Focus Session 2, Focus Session Invited Speaker

Erika Covi

NaMLab gGmbH, Germany
Presenter Bio

Erika Covi (SM’19) received her PhD in Microelectronics in 2014 from the University of Pavia (Italy). She worked as a postdoctoral research fellow at the National Research Council (CNR) of Italy first, then at Politecnico di Milano (Italy). She is currently a Scientist at NaMLab gGmbH, Dresden (Germany). She won an ERC Starting Grant 2021 on memristive neurons and synapses for neuromorphic edge computing.
Her research interests lie at the intersection of emerging devices, circuit design, and brain-inspired computing. More specifically, they focus on exploiting the intrinsic physical characteristics of memristive devices to reproduce computational primitives of the brain in mixed neuromorphic-memristive systems.

Abstract: Challenges and perspectives for energy-efficient brain-inspired edge computing applications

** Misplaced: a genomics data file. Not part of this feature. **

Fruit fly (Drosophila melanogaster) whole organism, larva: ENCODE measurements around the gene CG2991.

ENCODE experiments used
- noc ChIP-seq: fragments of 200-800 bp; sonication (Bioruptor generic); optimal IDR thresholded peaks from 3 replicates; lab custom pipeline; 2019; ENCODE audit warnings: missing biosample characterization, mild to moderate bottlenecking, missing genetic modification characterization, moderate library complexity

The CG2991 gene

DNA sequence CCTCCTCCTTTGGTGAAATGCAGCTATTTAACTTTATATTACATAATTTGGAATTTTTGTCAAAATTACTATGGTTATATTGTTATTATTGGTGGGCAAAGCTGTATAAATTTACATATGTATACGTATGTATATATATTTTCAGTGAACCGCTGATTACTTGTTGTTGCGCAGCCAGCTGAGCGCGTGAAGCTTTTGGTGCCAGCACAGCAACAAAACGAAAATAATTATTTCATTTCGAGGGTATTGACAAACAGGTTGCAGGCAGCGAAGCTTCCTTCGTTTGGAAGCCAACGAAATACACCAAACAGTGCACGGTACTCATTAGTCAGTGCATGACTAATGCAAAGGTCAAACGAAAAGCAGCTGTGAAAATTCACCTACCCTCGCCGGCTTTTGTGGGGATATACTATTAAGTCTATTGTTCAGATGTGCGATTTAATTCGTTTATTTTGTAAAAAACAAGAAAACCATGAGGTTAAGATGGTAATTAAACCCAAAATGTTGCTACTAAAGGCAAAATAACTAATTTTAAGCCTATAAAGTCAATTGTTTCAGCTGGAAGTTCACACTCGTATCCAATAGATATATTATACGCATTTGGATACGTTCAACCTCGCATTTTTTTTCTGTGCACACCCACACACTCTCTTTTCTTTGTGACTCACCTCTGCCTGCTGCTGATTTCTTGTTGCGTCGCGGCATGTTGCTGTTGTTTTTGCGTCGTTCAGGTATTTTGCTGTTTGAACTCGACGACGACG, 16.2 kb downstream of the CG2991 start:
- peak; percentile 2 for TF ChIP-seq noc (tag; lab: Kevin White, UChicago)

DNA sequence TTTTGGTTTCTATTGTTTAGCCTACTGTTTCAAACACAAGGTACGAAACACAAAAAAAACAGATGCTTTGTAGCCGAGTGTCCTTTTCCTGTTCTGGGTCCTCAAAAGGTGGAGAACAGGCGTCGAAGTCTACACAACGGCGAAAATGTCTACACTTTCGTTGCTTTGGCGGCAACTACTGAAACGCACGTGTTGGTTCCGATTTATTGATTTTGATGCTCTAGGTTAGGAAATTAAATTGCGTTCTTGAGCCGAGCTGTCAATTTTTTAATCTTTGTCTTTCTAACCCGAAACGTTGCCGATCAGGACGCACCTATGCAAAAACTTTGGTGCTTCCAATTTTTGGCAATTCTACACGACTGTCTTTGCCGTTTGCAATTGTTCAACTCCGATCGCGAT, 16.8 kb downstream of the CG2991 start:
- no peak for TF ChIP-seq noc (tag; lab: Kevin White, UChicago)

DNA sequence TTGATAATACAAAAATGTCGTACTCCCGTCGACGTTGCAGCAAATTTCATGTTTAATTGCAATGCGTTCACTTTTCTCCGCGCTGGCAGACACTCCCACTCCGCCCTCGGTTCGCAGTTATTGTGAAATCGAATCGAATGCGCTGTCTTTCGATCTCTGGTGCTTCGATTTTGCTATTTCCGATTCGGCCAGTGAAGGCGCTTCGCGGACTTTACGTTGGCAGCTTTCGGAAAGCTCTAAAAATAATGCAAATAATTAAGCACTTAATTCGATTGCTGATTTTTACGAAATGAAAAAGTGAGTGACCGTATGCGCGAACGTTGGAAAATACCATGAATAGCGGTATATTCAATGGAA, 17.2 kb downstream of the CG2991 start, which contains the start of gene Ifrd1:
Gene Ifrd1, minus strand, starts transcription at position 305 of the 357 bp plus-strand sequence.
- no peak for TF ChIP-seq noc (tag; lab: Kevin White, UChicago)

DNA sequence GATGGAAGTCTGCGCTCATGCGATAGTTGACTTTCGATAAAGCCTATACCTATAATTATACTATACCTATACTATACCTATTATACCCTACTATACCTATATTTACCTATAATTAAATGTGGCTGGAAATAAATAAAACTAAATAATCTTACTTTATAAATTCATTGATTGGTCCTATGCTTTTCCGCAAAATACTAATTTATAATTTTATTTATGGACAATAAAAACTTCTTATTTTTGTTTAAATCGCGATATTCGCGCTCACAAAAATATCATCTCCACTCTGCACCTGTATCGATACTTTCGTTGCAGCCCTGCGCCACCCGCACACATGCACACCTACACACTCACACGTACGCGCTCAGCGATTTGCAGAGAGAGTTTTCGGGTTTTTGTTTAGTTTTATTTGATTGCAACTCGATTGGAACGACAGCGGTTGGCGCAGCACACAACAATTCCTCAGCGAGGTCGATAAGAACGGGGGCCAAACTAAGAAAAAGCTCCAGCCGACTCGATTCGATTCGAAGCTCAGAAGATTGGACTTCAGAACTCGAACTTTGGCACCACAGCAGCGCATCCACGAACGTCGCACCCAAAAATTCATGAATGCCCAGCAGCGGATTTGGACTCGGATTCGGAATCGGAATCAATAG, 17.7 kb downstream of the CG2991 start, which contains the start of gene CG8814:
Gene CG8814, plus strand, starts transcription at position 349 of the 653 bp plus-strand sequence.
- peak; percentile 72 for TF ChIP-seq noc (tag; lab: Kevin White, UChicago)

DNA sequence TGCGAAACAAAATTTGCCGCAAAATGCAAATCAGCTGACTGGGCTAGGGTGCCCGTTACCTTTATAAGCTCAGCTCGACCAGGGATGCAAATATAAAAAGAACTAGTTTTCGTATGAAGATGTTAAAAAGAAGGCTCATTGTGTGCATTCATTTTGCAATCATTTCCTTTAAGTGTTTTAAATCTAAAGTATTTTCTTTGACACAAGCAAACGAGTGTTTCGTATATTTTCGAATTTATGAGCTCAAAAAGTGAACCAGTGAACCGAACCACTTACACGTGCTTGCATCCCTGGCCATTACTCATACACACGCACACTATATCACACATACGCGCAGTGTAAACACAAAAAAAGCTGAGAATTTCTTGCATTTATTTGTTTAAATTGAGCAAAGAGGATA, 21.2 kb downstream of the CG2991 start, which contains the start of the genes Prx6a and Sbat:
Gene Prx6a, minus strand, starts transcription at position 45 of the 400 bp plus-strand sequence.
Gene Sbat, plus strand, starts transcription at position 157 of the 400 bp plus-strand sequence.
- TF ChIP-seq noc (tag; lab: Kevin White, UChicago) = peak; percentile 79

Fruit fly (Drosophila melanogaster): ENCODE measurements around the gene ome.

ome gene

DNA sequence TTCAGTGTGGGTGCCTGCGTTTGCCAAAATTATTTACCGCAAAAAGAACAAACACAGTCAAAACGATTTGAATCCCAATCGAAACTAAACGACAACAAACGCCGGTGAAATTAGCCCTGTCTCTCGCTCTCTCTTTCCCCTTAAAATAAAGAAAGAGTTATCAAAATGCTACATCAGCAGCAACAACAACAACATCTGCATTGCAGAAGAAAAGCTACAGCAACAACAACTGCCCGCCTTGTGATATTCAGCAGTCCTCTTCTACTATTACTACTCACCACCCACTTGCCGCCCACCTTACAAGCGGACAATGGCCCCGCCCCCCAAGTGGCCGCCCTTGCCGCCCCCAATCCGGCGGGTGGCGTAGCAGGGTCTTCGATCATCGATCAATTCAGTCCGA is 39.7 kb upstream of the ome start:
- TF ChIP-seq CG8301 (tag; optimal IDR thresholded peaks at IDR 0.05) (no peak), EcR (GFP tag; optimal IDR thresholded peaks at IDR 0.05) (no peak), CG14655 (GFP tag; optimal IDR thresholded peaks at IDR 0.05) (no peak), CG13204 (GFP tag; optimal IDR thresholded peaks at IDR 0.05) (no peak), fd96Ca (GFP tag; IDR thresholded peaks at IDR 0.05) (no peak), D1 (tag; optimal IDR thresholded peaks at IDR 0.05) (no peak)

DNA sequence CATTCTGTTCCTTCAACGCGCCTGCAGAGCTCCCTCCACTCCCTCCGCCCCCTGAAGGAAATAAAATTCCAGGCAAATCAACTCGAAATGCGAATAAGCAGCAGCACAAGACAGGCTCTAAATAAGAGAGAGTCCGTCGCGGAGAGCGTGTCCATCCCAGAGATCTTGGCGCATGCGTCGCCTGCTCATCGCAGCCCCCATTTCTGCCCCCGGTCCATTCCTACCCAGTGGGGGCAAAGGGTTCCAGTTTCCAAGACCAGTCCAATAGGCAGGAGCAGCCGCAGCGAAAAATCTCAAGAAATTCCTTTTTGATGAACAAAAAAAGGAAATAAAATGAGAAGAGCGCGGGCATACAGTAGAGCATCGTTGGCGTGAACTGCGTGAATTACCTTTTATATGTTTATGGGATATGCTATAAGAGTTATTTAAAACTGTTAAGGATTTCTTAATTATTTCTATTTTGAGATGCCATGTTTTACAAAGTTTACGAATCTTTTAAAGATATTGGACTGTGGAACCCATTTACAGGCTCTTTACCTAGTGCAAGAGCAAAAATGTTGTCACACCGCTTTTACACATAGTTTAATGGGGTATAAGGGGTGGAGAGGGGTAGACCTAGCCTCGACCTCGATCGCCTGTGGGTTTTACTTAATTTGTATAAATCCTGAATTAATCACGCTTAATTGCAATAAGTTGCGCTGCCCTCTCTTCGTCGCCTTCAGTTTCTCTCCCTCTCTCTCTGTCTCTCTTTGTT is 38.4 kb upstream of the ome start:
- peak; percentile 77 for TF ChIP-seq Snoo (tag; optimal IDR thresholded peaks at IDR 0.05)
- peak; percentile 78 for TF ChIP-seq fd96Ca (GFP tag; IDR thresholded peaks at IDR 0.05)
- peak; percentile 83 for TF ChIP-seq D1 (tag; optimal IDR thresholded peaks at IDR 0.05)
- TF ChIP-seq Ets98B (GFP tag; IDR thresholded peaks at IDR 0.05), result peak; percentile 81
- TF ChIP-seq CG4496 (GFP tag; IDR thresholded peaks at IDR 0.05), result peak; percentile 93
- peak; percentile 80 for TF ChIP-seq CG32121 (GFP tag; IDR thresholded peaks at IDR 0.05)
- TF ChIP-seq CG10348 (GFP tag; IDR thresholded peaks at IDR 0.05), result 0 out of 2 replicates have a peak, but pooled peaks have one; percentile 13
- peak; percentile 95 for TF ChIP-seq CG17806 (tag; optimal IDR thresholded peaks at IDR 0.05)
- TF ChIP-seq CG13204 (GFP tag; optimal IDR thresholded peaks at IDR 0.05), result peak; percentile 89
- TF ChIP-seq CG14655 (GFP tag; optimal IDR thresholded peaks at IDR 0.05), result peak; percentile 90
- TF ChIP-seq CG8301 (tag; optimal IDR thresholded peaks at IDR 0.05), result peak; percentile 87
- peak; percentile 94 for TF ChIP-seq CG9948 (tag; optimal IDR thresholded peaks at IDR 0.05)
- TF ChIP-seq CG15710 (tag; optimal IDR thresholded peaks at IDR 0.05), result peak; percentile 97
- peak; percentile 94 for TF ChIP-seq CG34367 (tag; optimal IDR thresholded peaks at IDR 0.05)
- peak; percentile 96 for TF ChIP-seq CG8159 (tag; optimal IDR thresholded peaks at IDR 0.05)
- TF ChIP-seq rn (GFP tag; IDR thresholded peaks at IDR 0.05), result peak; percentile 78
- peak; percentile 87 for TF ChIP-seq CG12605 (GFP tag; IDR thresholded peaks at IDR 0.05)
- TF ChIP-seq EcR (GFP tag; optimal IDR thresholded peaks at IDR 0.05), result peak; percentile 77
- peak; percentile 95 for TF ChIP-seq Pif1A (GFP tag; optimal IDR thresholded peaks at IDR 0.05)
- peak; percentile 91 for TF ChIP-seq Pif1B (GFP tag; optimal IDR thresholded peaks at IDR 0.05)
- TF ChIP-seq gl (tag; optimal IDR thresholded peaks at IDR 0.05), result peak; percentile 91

In recent years, Artificial Intelligence has shifted towards edge computing paradigm, where systems compute data in real-time on the edge of the network, close to the sensor that acquires them. The requirements of a system operating on the edge are very tight: power efficiency, low area footprint, fast response times, and online learning. Moreover, in order to fully optimize sensor performance and broaden applications by developing smart wearable and implantable devices, solutions must be compatible with flexible substrates. Brain-inspired architectures such as Spiking Neural Networks (SNNs) use artificial neurons and synapses that perform low-latency computation and internal-state storage simultaneously with very low power consumption. However, SNNs at present are mainly implemented on standard CMOS technologies, which makes it challenging to meet the above-mentioned constraints. In this respect, memristive technology has shown promising results, due to its ability to support fast and energy-efficient non-volatile storage of the SNN parameters in a nanoscale footprint. In this perspective work, the main challenges to achieve a neuromorphic-memristive hardware are presented, particularly in the context of optimizing such systems for applications on the edge. The aspects to be considered for integration with flexible substrates will also be discussed.

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